Outcome of term breech births: 10-year experience at a district general hospital

    BJOG : AN INTERNATIONAL JOURNAL OF OBSTETRICS & GYNAECOLOGY, Issue 2 2005
    Poonam Pradhan
    Objective To review the short and long term outcomes among singleton infants with breech presentation at term delivered in a geographically defined population over a 10-year period. Design Retrospective, cohort study. Setting District General Hospital. Population 1433 term breech infants alive at the onset of labour and born between January 1991 and December 2000. Methods Data abstracted from birth registers, neonatal discharge summaries and the child health database system were used to compare the short and long term outcomes of singleton term breech infants born by two different modes of delivery (prelabour caesarean section and vaginal or caesarean section in labour). Fisher's exact test was used to compare the categorical variables. Main outcome measures Short term outcomes: perinatal mortality, Apgar scores, admission to the neonatal unit, birth trauma and neonatal convulsions. Long term outcomes: deaths during infancy, cerebral palsy, long term morbidity (development of special needs and special educational needs). Results Of 1433 singleton term infants in breech presentation at onset of labour, 881 (61.5%) were delivered vaginally or by caesarean section in labour and 552 (38.5%) were born by prelabour caesarean section. There were three (0.3%) non-malformed perinatal deaths among infants born by vaginal delivery or caesarean section in labour compared with none in the prelabour caesarean section cohort. Compared with infants born by prelabour caesarean section, those delivered vaginally or by caesarean section in labour were significantly more likely to have low 5-minute Apgar scores (0.9%vs 5.9%, P < 0.0001) and require admission to the neonatal unit (1.6%vs 4%, P= 0.0119). However, there was no significant difference in the long term morbidity between the two groups (5.3% in the vaginal/caesarean section in labour group vs 3.8% in the prelabour caesarean group, P= 0.26); no difference in rates of cerebral palsy; and none of the eight infant deaths were related to the mode of delivery. Conclusions Vaginal breech delivery or caesarean section in labour was associated with a small but unequivocal increase in the short term mortality and morbidity. However, the long term outcome was not influenced by the mode of delivery. [source]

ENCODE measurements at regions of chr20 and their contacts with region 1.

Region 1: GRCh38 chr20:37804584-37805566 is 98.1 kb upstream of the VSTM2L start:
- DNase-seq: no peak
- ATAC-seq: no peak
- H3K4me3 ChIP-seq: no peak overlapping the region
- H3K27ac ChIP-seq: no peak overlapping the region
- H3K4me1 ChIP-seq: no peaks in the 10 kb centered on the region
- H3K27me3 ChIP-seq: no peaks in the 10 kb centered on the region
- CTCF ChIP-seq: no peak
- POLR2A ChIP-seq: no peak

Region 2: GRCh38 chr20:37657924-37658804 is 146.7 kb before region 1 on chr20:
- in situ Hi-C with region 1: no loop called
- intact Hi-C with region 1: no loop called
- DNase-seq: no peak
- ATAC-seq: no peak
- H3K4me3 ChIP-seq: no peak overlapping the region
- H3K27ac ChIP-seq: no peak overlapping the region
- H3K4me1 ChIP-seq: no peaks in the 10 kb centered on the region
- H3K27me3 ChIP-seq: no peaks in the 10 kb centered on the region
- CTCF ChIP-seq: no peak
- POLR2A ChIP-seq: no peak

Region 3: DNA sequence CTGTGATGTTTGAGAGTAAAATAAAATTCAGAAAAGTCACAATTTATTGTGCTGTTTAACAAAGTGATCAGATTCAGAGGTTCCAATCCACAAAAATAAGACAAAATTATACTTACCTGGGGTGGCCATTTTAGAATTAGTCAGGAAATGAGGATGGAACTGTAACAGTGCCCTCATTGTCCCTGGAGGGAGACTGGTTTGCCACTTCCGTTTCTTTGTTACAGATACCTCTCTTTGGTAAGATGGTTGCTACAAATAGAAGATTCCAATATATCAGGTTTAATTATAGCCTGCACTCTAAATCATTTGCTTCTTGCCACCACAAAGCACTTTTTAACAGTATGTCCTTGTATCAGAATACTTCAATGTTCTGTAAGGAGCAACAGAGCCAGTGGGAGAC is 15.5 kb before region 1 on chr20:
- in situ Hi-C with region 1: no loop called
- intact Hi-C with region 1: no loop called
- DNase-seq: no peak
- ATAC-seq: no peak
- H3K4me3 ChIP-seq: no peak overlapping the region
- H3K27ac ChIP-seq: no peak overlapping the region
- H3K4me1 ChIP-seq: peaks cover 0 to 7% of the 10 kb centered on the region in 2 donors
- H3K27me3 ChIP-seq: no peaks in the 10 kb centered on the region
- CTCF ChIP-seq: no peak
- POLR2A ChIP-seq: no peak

Staff development in information technology for special needs: a new, distance-learning course at Keele University

    BRITISH JOURNAL OF EDUCATIONAL TECHNOLOGY, Issue 3 2000
    John Hegarty
    Whilst information technology has much to offer people with special needs, the availability of staff training in the use of special-needs IT in the UK and Europe is sparse. Keele University, with over a decade of experience in research and in supporting and training staff in the use of information technology, has launched a new, distance-learning course. This article describes the course background, its structure, and feedback from the first cohort of students. Results suggest that the course strikes an effective balance between the need of distance-learning students for face-to-face contact with peers and tutors, and the difficulties faced by students wishing to attend training whilst in full-time employment who are geographically distant. The course structure appears appropriate for a wide range of special-needs settings and the curriculum seems to have an appropriate mix of background theory and practical application. Difficulties faced with computer conferencing became apparent, which need to be addressed in future. The course could be a model for further staff development opportunities in IT for special-needs professionals. [source]


    THE GULLIFORD LECTURE: Bullying or befriending?

    BRITISH JOURNAL OF SPECIAL EDUCATION, Issue 1 2010
    Children's responses to classmates with special needs
    Children with special educational needs are generally less accepted, more rejected and more likely to be victims of bullying than their typically developing classmates. However, they are sometimes treated more favourably than classmates, more like friends than acquaintances. In this article, based on her contribution to the Gulliford Lecture series, Norah Frederickson of University College London argues that attributional processes which appear central to the establishment of peer acceptance and supportive relationships are more likely to be triggered when a child's difficulties are severe or obvious, classmates are older and explanatory information is given to them. Schools are sometimes reluctant to discuss the special needs of a pupil with their classmates due to concerns about labelling. However, the literature on labelling suggests that such concerns have been exaggerated and that labels can sometimes serve a protective function. Norah Frederickson suggests that respectful, helping relationships between typically developing classmates and pupils with special needs are valued by young people, their parents and teachers, and can build to friendships within a context of positive opportunities for interaction. [source]


    The experiences of disabled pupils and their families

    BRITISH JOURNAL OF SPECIAL EDUCATION, Issue 4 2007
    Ann Lewis